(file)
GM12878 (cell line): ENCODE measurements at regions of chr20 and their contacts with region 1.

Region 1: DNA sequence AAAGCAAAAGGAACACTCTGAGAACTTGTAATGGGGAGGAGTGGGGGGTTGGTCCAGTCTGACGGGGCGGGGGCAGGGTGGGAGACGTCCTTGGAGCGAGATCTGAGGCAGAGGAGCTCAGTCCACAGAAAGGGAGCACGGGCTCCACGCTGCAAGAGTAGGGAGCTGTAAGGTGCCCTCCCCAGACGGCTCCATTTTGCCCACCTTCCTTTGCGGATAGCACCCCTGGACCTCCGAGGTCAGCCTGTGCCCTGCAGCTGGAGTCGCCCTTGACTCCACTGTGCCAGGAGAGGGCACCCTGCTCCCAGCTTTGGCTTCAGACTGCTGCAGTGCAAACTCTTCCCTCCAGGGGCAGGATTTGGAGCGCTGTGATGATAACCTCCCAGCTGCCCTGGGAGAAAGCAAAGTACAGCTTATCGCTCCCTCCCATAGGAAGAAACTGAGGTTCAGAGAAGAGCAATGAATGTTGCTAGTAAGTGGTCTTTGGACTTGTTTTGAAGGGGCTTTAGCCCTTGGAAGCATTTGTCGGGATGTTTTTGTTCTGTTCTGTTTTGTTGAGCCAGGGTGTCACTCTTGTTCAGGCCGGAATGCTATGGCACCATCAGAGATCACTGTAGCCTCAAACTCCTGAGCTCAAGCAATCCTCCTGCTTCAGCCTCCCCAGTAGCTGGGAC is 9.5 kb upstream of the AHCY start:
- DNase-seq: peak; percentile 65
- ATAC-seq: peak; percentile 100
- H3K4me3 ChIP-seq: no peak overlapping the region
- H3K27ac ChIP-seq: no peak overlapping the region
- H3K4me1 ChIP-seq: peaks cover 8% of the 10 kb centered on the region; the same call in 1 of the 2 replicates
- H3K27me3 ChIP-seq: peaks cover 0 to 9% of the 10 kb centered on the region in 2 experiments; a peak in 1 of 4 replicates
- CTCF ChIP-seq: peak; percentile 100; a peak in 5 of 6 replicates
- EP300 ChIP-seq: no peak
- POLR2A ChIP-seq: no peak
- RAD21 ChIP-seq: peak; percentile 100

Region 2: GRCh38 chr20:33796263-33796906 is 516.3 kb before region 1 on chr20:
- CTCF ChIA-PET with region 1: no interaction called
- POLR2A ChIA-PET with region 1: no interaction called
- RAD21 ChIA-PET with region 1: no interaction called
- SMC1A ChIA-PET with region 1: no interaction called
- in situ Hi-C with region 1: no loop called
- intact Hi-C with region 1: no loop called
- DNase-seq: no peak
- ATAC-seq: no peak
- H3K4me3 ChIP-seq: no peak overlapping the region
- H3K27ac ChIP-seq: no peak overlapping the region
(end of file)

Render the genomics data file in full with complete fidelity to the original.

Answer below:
GM12878 (cell line): ENCODE measurements at regions of chr20 and their contacts with region 1.

Region 1: DNA sequence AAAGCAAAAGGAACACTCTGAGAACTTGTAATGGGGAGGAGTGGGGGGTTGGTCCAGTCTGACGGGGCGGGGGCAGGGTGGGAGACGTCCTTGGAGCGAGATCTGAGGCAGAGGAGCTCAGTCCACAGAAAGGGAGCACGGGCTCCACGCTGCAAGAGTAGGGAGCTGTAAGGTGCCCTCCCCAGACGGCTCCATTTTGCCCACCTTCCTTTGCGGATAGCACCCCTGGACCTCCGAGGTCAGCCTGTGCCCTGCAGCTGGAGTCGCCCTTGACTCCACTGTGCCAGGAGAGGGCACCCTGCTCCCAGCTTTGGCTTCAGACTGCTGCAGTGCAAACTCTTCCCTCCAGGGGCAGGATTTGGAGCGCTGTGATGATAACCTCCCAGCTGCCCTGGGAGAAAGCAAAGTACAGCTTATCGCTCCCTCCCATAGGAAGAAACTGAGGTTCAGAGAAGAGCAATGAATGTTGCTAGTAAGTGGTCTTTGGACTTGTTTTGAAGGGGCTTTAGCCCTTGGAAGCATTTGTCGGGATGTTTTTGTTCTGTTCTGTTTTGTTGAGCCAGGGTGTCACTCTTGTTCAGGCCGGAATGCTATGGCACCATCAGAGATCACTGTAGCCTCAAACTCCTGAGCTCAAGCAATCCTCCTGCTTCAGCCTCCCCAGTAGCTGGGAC is 9.5 kb upstream of the AHCY start:
- DNase-seq: peak; percentile 65
- ATAC-seq: peak; percentile 100
- H3K4me3 ChIP-seq: no peak overlapping the region
- H3K27ac ChIP-seq: no peak overlapping the region
- H3K4me1 ChIP-seq: peaks cover 8% of the 10 kb centered on the region; the same call in 1 of the 2 replicates
- H3K27me3 ChIP-seq: peaks cover 0 to 9% of the 10 kb centered on the region in 2 experiments; a peak in 1 of 4 replicates
- CTCF ChIP-seq: peak; percentile 100; a peak in 5 of 6 replicates
- EP300 ChIP-seq: no peak
- POLR2A ChIP-seq: no peak
- RAD21 ChIP-seq: peak; percentile 100

Region 2: GRCh38 chr20:33796263-33796906 is 516.3 kb before region 1 on chr20:
- CTCF ChIA-PET with region 1: no interaction called
- POLR2A ChIA-PET with region 1: no interaction called
- RAD21 ChIA-PET with region 1: no interaction called
- SMC1A ChIA-PET with region 1: no interaction called
- in situ Hi-C with region 1: no loop called
- intact Hi-C with region 1: no loop called
- DNase-seq: no peak
- ATAC-seq: no peak
- H3K4me3 ChIP-seq: no peak overlapping the region
- H3K27ac ChIP-seq: no peak overlapping the region